Despite his roots in community organizing and his experience as a lecturer at the University of Chicago, former President Barack Obama’s plans for a Presidential Center in Jackson Park are drawing criticism from both the community and about 200 faculty members at the university.
Based on community input from numerous meetings, the Obama Foundation recently tweaked the design of the main building. The foundation also announced that the parking garage will be placed underground after significant community pushback.
The revised plans will be officially submitted to the Chicago City Council on Wednesday, but activists still have significant concerns over the closing of Cornell Drive.
“It’s a small price to pay for a project of this magnitude,” said Tonya Love Trice, executive director of the South Shore Chamber, Inc. “We can’t have economic growth and have everything stay the same. It may take a few more minutes to get home, but it’s worth it.”
But concerns run deeper than drive time. It will cost an estimated $100 million to expand Lake Shore Drive to accommodate the shift and increase in traffic, a cost that could be shouldered by taxpayers.
“I asked a Department of Transportation official how much it would cost and I was told that it would be a minimum of $100 million for just for Lake Shore Drive,” said W.J.T Mitchell, a University of Chicago professor who co-authored a letter of opposition to the plan signed by nearly 200 members of the university’s faculty.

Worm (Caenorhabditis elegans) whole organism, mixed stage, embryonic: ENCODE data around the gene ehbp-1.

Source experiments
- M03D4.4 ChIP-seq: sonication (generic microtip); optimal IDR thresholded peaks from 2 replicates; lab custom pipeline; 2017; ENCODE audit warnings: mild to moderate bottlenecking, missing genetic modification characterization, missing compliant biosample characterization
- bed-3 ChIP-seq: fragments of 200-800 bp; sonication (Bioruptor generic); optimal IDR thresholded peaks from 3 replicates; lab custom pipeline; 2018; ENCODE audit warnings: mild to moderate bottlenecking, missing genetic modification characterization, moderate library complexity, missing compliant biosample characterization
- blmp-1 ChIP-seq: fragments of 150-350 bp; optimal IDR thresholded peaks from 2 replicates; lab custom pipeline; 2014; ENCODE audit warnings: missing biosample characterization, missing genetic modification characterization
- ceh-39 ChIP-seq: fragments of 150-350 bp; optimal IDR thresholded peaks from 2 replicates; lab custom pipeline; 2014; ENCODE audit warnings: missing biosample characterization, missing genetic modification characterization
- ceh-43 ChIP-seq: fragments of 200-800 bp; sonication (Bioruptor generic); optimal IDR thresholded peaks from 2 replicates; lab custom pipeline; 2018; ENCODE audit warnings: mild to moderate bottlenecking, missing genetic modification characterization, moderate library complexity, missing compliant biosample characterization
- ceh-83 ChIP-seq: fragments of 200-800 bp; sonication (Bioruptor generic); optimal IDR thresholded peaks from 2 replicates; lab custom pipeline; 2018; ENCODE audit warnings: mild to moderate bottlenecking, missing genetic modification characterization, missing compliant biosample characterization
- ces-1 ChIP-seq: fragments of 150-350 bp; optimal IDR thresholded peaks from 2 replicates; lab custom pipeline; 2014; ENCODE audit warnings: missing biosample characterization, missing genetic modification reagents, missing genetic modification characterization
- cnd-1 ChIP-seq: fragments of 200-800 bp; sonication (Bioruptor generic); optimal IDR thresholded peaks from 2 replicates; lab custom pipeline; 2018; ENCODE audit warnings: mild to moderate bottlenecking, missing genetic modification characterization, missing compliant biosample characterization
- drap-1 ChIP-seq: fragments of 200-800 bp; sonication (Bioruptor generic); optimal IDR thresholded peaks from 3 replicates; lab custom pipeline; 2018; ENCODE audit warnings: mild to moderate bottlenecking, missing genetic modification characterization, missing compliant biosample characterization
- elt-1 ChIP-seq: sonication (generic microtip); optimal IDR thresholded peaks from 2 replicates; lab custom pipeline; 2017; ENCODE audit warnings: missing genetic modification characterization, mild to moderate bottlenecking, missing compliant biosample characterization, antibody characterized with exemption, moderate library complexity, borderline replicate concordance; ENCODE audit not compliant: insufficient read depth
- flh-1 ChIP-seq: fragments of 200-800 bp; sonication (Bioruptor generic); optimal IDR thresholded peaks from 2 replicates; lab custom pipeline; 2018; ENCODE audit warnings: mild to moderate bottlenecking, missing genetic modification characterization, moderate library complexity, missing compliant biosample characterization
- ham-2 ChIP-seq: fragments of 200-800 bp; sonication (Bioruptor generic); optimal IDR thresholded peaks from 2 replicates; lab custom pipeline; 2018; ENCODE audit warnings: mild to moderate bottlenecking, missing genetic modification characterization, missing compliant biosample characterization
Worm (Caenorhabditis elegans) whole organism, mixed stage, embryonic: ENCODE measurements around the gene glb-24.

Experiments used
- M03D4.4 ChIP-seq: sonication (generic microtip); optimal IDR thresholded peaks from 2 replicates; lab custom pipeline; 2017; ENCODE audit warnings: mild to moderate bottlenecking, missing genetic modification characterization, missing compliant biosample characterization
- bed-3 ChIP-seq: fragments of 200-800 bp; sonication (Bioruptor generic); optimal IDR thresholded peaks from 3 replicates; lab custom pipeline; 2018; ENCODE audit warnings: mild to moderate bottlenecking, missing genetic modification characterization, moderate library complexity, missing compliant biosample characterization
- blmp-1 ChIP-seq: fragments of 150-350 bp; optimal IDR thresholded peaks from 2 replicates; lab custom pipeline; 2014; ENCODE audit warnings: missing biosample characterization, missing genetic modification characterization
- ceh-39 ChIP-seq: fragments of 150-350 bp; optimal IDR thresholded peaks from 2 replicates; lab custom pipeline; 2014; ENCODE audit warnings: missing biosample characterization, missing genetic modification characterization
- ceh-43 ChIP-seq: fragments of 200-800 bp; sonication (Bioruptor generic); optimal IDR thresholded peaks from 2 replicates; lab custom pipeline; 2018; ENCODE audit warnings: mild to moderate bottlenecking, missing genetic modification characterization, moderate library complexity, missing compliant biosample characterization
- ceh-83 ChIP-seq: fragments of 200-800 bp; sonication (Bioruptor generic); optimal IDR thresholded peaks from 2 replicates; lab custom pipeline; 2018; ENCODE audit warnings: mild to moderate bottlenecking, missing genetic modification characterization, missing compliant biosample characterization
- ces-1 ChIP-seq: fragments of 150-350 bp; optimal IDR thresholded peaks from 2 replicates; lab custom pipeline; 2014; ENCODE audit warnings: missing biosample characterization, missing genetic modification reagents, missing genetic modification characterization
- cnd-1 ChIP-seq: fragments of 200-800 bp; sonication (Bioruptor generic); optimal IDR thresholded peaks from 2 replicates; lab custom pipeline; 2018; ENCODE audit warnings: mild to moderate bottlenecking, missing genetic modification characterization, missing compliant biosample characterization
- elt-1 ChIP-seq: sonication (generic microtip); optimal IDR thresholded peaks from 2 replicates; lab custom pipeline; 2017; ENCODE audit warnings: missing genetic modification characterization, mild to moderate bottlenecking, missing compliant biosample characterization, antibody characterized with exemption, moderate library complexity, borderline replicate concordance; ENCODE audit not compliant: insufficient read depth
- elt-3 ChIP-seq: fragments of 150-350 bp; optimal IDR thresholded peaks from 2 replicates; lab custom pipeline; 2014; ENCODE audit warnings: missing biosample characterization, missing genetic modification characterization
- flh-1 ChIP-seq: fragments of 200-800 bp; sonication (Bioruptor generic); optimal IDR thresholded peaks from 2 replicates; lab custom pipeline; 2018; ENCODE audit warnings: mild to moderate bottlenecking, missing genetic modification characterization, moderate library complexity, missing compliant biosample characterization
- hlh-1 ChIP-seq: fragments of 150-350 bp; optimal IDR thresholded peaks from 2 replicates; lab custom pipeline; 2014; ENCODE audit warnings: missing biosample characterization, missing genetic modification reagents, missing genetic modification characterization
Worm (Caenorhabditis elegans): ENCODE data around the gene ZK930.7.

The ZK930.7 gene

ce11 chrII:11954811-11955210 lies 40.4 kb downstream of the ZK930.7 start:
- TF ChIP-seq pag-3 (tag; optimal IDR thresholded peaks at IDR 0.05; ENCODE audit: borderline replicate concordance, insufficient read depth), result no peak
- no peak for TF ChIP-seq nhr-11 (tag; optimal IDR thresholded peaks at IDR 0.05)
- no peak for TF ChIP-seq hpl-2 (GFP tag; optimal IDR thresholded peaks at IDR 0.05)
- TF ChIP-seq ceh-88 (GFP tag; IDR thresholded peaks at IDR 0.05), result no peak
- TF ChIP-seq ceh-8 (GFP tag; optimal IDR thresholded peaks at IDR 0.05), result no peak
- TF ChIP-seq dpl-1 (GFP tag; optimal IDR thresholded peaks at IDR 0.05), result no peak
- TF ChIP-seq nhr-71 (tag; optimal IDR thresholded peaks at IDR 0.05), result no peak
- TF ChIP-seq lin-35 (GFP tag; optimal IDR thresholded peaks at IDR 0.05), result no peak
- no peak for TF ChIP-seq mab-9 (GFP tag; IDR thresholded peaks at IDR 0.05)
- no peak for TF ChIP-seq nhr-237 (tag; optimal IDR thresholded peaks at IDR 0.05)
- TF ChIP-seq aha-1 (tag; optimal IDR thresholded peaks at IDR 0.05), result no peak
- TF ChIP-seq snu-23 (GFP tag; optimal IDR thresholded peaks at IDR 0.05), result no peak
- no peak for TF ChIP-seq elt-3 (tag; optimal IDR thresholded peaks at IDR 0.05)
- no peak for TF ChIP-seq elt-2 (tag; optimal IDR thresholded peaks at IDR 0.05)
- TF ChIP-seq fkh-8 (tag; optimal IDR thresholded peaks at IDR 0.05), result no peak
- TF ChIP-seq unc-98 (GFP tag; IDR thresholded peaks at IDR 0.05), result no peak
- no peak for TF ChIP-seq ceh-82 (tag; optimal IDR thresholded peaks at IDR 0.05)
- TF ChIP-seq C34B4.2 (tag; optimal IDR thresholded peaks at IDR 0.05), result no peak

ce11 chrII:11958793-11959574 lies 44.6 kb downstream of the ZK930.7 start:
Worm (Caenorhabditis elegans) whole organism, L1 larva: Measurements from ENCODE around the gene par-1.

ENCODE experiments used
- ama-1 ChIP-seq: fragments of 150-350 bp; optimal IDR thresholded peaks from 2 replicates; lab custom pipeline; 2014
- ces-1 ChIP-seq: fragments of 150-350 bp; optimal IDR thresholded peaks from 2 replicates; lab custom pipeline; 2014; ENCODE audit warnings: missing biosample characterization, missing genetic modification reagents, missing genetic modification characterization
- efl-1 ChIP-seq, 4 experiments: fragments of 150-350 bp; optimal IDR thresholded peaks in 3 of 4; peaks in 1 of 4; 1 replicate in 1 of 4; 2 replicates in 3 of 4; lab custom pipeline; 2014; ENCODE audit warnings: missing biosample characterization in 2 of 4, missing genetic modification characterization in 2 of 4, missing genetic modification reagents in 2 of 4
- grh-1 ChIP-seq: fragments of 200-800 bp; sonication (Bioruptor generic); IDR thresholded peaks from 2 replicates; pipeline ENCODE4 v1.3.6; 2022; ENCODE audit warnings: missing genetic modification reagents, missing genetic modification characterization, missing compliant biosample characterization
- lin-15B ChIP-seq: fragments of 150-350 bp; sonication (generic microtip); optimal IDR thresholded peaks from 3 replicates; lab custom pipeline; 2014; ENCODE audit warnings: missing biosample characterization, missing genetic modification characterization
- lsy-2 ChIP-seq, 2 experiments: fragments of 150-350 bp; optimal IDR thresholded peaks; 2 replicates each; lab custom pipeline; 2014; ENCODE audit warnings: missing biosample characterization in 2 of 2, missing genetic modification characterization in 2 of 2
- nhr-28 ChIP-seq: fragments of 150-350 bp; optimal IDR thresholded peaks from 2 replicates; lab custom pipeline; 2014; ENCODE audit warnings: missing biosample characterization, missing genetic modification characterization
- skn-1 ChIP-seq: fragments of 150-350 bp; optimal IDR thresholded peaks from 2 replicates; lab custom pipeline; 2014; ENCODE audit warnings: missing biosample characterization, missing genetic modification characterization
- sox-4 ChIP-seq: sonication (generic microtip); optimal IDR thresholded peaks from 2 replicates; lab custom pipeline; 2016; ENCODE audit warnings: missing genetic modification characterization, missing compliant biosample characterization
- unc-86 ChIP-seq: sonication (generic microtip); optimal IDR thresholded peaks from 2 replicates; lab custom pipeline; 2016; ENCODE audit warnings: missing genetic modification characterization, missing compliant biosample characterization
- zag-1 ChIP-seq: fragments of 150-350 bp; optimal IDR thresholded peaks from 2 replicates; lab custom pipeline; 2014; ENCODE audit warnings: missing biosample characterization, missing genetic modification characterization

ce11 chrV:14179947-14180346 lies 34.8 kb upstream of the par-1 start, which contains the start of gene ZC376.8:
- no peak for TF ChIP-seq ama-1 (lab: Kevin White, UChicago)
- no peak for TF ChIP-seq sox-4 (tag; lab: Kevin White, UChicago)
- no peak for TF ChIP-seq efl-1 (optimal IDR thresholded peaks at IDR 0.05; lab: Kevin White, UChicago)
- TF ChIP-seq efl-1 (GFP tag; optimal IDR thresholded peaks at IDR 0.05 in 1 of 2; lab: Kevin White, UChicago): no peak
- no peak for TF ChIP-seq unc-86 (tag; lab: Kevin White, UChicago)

“You can figure another $100 million for reconfiguring Stoney Island,” Mitchell said. “The foundation is being disingenuous about the road improvements – they want to maintain status quo of traffic, not make it better.”
Mitchell and Trice appear on “Chicago Tonight” to talk about the Obama Presidential Center along with Margaret Schmid, one of the founders of Jackson Park Watch, which has also expressed concerns about transparency and community engagement. Community organizer Casimiro Pena, who supports the Obama Presidential Center, also joins us in discussion.
Jan. 10: The Obama Foundation says it revised plans for the Obama Presidential Center after extensive community input. But are they enough to silence critics of the center, and will city officials OK the plans?
Jan. 8: The Obama Foundation has given in to criticism, making a change to its plans. The decision comes as the Obama Presidential Center gained new critics: more than 100 University of Chicago faculty members.
Sept. 27: Mayor Emanuel and state lawmakers are quietly hatching a plan to give $100 million in state money to the Obama Presidential Center. Is Illinois ready to pony up?